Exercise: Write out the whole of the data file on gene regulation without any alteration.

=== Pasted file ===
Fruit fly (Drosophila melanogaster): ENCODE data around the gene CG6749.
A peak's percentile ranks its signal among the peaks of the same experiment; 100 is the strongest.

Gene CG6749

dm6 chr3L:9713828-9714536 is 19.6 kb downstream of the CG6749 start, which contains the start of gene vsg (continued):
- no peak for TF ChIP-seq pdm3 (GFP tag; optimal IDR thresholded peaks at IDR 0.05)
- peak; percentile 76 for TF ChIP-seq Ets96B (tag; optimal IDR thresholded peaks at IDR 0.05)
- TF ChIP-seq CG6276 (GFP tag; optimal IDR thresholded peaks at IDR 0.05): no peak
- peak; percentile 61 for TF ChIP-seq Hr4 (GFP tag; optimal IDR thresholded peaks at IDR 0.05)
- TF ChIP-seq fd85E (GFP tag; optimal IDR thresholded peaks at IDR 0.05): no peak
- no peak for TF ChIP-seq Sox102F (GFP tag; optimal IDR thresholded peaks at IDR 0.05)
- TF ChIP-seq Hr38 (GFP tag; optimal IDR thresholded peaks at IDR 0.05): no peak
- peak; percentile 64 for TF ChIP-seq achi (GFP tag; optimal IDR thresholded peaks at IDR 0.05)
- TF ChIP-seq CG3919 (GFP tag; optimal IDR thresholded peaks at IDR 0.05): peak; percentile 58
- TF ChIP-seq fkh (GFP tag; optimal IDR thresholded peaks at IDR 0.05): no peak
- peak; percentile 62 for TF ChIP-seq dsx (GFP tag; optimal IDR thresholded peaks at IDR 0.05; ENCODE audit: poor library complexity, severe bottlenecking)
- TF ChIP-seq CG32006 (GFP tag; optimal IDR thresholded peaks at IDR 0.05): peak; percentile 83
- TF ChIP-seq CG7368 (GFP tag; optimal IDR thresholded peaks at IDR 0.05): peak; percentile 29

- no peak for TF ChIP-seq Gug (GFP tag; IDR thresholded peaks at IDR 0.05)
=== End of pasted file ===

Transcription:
Fruit fly (Drosophila melanogaster): ENCODE data around the gene CG6749.
A peak's percentile ranks its signal among the peaks of the same experiment; 100 is the strongest.

Gene CG6749

dm6 chr3L:9713828-9714536 is 19.6 kb downstream of the CG6749 start, which contains the start of gene vsg (continued):
- no peak for TF ChIP-seq pdm3 (GFP tag; optimal IDR thresholded peaks at IDR 0.05)
- peak; percentile 76 for TF ChIP-seq Ets96B (tag; optimal IDR thresholded peaks at IDR 0.05)
- TF ChIP-seq CG6276 (GFP tag; optimal IDR thresholded peaks at IDR 0.05): no peak
- peak; percentile 61 for TF ChIP-seq Hr4 (GFP tag; optimal IDR thresholded peaks at IDR 0.05)
- TF ChIP-seq fd85E (GFP tag; optimal IDR thresholded peaks at IDR 0.05): no peak
- no peak for TF ChIP-seq Sox102F (GFP tag; optimal IDR thresholded peaks at IDR 0.05)
- TF ChIP-seq Hr38 (GFP tag; optimal IDR thresholded peaks at IDR 0.05): no peak
- peak; percentile 64 for TF ChIP-seq achi (GFP tag; optimal IDR thresholded peaks at IDR 0.05)
- TF ChIP-seq CG3919 (GFP tag; optimal IDR thresholded peaks at IDR 0.05): peak; percentile 58
- TF ChIP-seq fkh (GFP tag; optimal IDR thresholded peaks at IDR 0.05): no peak
- peak; percentile 62 for TF ChIP-seq dsx (GFP tag; optimal IDR thresholded peaks at IDR 0.05; ENCODE audit: poor library complexity, severe bottlenecking)
- TF ChIP-seq CG32006 (GFP tag; optimal IDR thresholded peaks at IDR 0.05): peak; percentile 83
- TF ChIP-seq CG7368 (GFP tag; optimal IDR thresholded peaks at IDR 0.05): peak; percentile 29

- no peak for TF ChIP-seq Gug (GFP tag; IDR thresholded peaks at IDR 0.05)